Tips for Being Fearless in Writing.

Via Diana Raab
on Sep 13, 2017
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Whether we’re affected by change, loss, or pain, finding the time and courage to write can support the healing process.

Being fearless and able to take risks is essential for being a good writer. When our fears are released, we accept what happens in our lives, and a sense of wonder can follow.

One of the first things my beloved father-in-law, Alexander, told me just after my breast-cancer diagnosis in 2001 was, “Diana, have no fear.”

Most of us offer words of wisdom based on our own experiences, and as someone who escaped the Nazis during World War II and emigrated to Canada to start anew, Alexander could have definitely been called a fearless man. Therefore, I took his advice seriously, and it has served me well in many areas of my life.

As Ernest Hemingway once said, “There is nothing to writing. All you have to do is sit down at a typewriter and bleed.” That was the way I felt when writing my two memoirs, Regina’s Closet: Finding My Grandmother’s Secret Journal and Healing with Words: A Writer’s Cancer Journey. It took a lot of courage to expose my inner self, the voice of my heart, and the feelings of my soul.

Writing takes a huge amount of courage, but submitting work for publication takes even more. If we choose to share our writing, the rewards from taking risks and being courageous is having others read and enjoy what we’ve written. Some writers would say that if we do not experience fear when telling our personal stories, then we’re not really telling the stories we need to tell.

Most writers write because they have to. Writing is where they find their bliss. Sometimes a person might start out wanting to be a writer, but then choose another path for increased financial gain, only to return to writing in later years.

When we’re hesitant to write about a particular aspect of our lives, it might be a good idea to stop and think about the reason why. Sometimes we may not be fearful until something happens to trigger those fears. For some people, feeling apprehensive is akin to experiencing a crash landing in a plane. Others might have butterflies in their stomachs, while some might simply get clammy hands.

Writer John Steinbeck said that he was often overcome by terror and shyness and suffered from the fear of writing down his first line. Many writers fear that first sentence, but in my own case, those initial words have always been something I’ve looked forward to. My first lines are launching pads for the rest of my essay, book, or poem. They actually direct my way of thinking and the trajectory of my writing. The pages of my journal have many first lines that I use in subsequent work—no matter the genre.

There is no doubt that writing, especially personal writing, takes a huge amount of courage. One of my favorite books is The Courage to Create by humanist psychologist Rollo May. He said that courage is not a virtue, but the foundation needed for all other virtues.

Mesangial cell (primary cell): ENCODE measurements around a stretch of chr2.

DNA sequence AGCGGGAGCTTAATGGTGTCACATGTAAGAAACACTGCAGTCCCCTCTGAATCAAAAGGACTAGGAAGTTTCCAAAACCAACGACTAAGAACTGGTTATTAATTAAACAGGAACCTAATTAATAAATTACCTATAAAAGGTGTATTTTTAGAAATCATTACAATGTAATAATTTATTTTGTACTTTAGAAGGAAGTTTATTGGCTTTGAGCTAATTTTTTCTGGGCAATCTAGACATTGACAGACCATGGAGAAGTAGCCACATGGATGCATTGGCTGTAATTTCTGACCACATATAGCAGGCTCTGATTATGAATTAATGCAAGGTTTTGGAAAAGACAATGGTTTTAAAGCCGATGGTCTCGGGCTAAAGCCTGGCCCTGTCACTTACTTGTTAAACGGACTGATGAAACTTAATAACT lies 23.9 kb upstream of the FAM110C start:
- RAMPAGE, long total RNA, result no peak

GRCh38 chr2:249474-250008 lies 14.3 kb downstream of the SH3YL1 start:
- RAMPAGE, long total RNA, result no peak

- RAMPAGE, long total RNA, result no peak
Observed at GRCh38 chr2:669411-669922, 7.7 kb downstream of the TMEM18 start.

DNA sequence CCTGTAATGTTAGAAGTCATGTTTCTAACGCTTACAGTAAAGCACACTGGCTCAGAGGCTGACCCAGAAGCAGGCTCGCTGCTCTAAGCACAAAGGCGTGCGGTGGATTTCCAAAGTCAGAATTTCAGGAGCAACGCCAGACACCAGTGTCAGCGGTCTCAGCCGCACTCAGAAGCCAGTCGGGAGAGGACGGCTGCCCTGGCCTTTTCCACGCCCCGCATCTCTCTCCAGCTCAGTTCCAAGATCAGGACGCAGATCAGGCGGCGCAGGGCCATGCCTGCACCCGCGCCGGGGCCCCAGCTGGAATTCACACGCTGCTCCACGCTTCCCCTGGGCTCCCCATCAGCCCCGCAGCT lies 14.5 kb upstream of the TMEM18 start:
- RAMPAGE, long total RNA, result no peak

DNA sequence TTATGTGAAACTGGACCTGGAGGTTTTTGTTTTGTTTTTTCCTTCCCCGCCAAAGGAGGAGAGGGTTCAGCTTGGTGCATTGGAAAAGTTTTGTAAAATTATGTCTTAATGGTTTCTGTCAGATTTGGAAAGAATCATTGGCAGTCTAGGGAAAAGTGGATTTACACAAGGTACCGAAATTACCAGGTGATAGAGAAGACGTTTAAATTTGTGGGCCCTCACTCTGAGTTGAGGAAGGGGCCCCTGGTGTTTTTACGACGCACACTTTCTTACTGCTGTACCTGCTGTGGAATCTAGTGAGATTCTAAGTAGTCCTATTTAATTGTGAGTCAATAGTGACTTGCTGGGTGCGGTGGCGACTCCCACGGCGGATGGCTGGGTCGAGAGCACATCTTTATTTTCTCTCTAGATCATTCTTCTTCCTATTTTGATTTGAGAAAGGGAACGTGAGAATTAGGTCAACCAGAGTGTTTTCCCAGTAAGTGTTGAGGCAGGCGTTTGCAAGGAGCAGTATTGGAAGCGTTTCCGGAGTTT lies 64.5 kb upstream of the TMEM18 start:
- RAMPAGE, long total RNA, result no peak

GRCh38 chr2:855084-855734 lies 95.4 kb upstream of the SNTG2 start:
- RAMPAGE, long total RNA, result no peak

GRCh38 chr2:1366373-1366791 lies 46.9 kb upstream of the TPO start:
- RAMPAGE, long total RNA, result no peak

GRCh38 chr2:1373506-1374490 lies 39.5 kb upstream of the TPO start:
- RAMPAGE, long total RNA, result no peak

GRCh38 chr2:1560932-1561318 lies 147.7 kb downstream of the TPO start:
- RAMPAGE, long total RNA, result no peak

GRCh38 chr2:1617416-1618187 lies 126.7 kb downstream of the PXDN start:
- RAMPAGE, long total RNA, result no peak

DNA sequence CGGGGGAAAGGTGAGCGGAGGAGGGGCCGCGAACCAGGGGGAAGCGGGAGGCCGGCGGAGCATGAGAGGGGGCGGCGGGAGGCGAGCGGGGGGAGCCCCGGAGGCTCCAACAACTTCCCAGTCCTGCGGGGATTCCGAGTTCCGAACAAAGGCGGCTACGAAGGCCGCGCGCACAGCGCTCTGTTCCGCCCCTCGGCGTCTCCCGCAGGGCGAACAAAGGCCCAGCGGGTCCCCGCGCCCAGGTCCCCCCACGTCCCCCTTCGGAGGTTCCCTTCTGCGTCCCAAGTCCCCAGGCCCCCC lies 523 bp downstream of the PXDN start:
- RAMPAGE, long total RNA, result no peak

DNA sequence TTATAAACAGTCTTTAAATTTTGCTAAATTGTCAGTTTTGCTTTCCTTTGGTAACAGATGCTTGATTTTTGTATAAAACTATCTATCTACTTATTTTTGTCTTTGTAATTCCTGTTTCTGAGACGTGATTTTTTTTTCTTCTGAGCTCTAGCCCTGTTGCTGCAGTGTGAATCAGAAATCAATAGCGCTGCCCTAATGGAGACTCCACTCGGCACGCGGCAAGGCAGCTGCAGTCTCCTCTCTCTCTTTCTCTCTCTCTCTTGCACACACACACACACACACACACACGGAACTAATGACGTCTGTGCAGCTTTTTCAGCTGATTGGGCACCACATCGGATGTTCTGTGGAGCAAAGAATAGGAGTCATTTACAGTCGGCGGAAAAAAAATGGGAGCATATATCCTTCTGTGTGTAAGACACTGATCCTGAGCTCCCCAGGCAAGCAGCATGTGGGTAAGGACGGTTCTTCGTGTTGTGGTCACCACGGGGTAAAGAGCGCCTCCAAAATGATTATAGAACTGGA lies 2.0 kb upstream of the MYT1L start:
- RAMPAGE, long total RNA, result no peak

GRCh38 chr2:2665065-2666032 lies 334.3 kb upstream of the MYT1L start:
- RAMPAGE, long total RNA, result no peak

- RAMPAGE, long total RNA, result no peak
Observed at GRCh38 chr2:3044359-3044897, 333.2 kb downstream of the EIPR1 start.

He claimed that courage makes being and becoming possible. To be courageous, we must make choices that ultimately lead to transformation and bliss. In order for transformation to occur, we must allow our inner selves to become exposed. As May says, it is much easier to be naked physically than it is to become naked psychologically or spiritually, but the latter is necessary in order for deep, emotional truths to be revealed in the course of our writing.

Fear can be immobilizing and limit our joy and bliss. If we’re fearful, then we’re not living in the moment. Living fearlessly can take our feelings to a more peaceful and grounded place. When we consider our fear, it’s wise to think about whether it’s based on fact or something we’ve imagined. Sometimes our minds can be very powerful in choosing our direction…or lack of it.

Tips for Being Fearless and Gaining Courage when Writing:

• Choose a time of day to write when feeling the most productive.
• Establish calming prewriting rituals.
• Speak to, and spend time with, other writers.
• Take a writing workshop.
• Journal 15 to 20 minutes a day.
• Write letters.
• Read the work of writers with courage, such as Marcel Rita Dove, and Edmund White.

Gaining the courage to write occurs over time, but it also can happen when we read the work of other fearless writers. One reason why Anaïs Nin has been such a huge influence on my own writing was her transparency, and her ability to express her deepest sentiments without focusing on what others thought about what she wrote. She completely let her guard down during the writing process.

That type of creative liberation is immensely important in order to write with true courage.
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Author: Diana Raab
Image: Unsplash/Thought Catalog
Editor: Travis May
Copy Editor: Nicole Cameron
Social Editor: Catherine Monkman

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About Diana Raab

Diana Raab, Ph.D  is the author of Writing for Bliss: A 7-Step Plan for Telling Your Story and Transforming Your Life (September 2017). She is an award-winning writer, speaker, and educator who advocates the transformative powers of writing. Diana holds writing workshops around the country. Find her on her website.

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